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PostPosted: Sun Nov 13, 2011 10:04 am 
Hi,

I would be going to North India in Jan 2012 and would get a chance to click some Himalayan views at night.

For this, I am planning to use ISO100, and exposures of around 15mins. I need to know:
1. Is there any risk of the sensor over-heating? What would be the maximum safe time for the exposure before it starts damaging my camera in any way? Also, how frequently canI safely do it? Do I need to give it a break in between two shots?
2. I would need to use a remote release for the exposures as to my knowlegde there is no way to keep the shutter open without continuously pressing the shutter button on my 550d. I just want to confirm that with the remote release, pressing it once starts the exposure and pressing it again ends it? Simply put, I wont have to keep the release button on the remote pressed for the complete duration of my exposure?

Also, if you have any tips/personal experiences of photographing in such conditions , please share.....

Sorry for the slightly lengthy post.....

Thanks,
Jinay


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PostPosted: Sun Nov 13, 2011 12:34 pm 
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I have done almost an hour long hangouts on google+ with my 7D on ISO-800. It still lives and performs great, but it does indeed get jolly warm after such long exposures!
As far as I know the camera should have built in temperature sensors that will automatically shutdown the CMOS if it gets to hot.
I wouldn't be worried about it if I where you! ;)

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PostPosted: Sun Nov 13, 2011 12:39 pm 
Hey, thanks a lot, Lorride! Could you also confirm if I am right about the remote release?

Thanks!


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PostPosted: Sun Nov 13, 2011 6:00 pm 
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Pressing the button on a remote release will do the same thing as the shutter release on the camera. One press will open the shutter and close it again at the end of the exposure. Most remote release cables, if not all, have a bulb setting. When you press the button you simple slide it and it stays pressed down until you release it, and that's what you need to use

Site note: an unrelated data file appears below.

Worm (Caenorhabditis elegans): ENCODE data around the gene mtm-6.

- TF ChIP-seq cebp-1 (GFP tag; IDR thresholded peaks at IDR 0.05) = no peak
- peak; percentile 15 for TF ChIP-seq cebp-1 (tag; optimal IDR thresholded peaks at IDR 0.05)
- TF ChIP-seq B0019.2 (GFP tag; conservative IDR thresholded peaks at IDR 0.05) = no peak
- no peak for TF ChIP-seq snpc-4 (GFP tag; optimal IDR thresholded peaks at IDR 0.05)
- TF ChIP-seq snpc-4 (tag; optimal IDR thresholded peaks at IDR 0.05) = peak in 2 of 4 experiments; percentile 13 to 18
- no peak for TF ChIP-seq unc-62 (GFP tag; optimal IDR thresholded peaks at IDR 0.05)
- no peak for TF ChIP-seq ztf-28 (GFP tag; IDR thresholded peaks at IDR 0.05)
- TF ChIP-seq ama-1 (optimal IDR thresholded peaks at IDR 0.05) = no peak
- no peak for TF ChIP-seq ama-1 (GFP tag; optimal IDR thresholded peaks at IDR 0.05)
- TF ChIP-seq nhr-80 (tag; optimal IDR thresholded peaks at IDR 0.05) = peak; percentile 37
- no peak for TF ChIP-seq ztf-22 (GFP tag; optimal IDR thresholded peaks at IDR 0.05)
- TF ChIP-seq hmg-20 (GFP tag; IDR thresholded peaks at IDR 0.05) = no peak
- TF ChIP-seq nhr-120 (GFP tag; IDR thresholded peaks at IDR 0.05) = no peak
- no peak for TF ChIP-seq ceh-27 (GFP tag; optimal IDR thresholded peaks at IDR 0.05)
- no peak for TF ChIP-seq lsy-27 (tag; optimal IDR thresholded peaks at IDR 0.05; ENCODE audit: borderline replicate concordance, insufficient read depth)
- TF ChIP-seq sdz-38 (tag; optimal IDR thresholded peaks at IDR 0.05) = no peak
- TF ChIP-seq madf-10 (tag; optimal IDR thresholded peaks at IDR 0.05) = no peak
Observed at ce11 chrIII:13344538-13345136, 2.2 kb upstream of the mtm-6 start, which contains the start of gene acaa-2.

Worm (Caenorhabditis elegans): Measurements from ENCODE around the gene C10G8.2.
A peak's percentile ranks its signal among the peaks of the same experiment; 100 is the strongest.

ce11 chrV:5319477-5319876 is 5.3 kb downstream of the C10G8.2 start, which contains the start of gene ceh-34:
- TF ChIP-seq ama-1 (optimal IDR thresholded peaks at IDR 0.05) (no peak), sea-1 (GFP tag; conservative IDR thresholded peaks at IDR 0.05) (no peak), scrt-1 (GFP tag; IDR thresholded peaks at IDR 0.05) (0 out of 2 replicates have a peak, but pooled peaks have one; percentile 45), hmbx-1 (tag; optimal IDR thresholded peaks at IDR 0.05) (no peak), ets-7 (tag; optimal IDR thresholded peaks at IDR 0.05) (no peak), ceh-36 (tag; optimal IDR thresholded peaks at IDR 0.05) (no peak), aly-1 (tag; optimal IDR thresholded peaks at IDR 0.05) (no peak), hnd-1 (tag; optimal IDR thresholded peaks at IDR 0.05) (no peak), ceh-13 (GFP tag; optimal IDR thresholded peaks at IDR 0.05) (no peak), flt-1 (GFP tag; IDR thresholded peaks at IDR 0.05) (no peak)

On the sensor overheat issue, I have done 1 hour exposures on my 600D without any problem. But the sensor does indeed get hot!

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PostPosted: Sun Nov 13, 2011 6:05 pm 
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In stock form, no you can't keep the shutter open without depressing the shutter button if you're not using a remote shutter. However with the Magic Lantern firmware, which runs on top of the camera's existing firmware, you can set the shutter to be open for a set amount of time without having to depress the button constantly.

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PostPosted: Sun Nov 13, 2011 6:31 pm 
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Cheap shutter cable from ebay, they all have a lock to hold it down for bulb. If you want to get fancy, there are ones with timers too. I've "only" used mine up to 4 minutes exposures without heat problems other than hot pixels.

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Canon DSLRs: 7D, 5D2, 1D, 600D, 450D full spectrum, 300D IR mod
Lenses: EF 35/2, 50/1.8, 85/1.8, 135/2+SF, 28-80 V, 70-300L, 100-400L, TS-E 24/3.5L, MP-E 65, EF-S 15-85 IS
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PostPosted: Mon Nov 14, 2011 1:36 pm 
shooting video with a DSLR will heat-up the sensor much more than long exposures,so you don't have a lot to worry about.


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PostPosted: Mon Nov 14, 2011 3:34 pm 
Thanks a lot for your responses, guys! It helps a lot.

My question is specefically with regard to Popo's mention of hot pixels. I am planning touse exposures of minutes with ISO100. But, I can obviously also use ISO200 and expose for half the time. Would doing so increase the noise a bit and have less hot pixels? Out of the two which is the preferred option? Which is easier to correct?

Thanks once again for all your inputs guys!!

Jinay.


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PostPosted: Mon Nov 14, 2011 4:06 pm 
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Both are still going to be pretty bad I think. I'd have to suggest you try this out to get a feel for it.

Note, I'm assuming you will disable the camera's built in "long duration NR" as that will tie up the camera for huge amounts of time.

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Canon DSLRs: 7D, 5D2, 1D, 600D, 450D full spectrum, 300D IR mod
Lenses: EF 35/2, 50/1.8, 85/1.8, 135/2+SF, 28-80 V, 70-300L, 100-400L, TS-E 24/3.5L, MP-E 65, EF-S 15-85 IS
3rd party: Zeiss 2/50 makro, Samyang 8mm fisheye, Sigma 150 macro, 120-300 f/2.8 OS, Celestron 1325/13
Tinies: Sony HX9V.


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PostPosted: Wed Nov 16, 2011 3:42 am 
Thanks a lot popo. I'll try that out.


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